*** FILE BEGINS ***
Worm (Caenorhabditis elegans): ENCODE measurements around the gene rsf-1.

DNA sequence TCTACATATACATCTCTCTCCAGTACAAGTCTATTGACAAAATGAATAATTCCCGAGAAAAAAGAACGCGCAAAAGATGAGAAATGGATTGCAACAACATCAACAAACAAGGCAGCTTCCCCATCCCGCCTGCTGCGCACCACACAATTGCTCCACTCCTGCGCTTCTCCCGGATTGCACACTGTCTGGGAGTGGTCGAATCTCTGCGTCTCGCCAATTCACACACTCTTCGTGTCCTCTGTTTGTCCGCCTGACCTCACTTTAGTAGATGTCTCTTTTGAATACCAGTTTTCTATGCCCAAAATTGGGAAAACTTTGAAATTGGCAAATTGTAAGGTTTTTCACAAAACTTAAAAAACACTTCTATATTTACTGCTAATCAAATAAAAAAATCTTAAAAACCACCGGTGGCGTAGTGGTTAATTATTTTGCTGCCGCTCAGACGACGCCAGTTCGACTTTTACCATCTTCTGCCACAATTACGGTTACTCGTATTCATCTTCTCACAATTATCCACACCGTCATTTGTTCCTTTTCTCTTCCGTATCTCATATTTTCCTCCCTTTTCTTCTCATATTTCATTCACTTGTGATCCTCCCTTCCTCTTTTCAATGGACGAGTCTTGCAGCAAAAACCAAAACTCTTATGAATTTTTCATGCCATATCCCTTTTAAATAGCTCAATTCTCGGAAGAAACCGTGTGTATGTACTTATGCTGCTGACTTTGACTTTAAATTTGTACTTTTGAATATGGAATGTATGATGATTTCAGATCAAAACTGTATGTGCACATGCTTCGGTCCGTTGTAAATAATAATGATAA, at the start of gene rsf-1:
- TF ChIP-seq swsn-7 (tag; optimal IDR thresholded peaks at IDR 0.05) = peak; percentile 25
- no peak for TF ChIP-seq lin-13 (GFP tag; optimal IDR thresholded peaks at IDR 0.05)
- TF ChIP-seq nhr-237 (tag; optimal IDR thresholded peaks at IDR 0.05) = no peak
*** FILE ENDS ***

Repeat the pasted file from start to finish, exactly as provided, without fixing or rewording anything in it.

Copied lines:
Worm (Caenorhabditis elegans): ENCODE measurements around the gene rsf-1.

DNA sequence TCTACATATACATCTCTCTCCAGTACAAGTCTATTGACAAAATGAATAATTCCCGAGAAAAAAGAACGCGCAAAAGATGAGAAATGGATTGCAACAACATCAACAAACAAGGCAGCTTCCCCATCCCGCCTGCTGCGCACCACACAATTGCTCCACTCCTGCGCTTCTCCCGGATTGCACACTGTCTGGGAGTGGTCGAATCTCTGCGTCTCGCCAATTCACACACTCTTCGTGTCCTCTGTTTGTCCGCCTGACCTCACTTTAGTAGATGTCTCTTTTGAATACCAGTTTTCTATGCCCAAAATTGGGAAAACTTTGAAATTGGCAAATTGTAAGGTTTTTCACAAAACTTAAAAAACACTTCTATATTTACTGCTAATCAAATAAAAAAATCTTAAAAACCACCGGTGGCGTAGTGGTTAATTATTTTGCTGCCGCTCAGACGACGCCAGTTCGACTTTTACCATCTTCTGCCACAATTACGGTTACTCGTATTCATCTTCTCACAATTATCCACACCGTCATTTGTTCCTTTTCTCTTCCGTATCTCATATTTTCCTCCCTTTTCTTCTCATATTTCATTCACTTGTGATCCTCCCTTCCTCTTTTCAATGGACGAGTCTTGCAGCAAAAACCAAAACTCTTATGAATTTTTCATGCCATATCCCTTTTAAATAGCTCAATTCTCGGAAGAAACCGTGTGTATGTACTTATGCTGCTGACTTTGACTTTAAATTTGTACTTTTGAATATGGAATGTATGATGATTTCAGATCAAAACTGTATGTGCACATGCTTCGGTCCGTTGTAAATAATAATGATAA, at the start of gene rsf-1:
- TF ChIP-seq swsn-7 (tag; optimal IDR thresholded peaks at IDR 0.05) = peak; percentile 25
- no peak for TF ChIP-seq lin-13 (GFP tag; optimal IDR thresholded peaks at IDR 0.05)
- TF ChIP-seq nhr-237 (tag; optimal IDR thresholded peaks at IDR 0.05) = no peak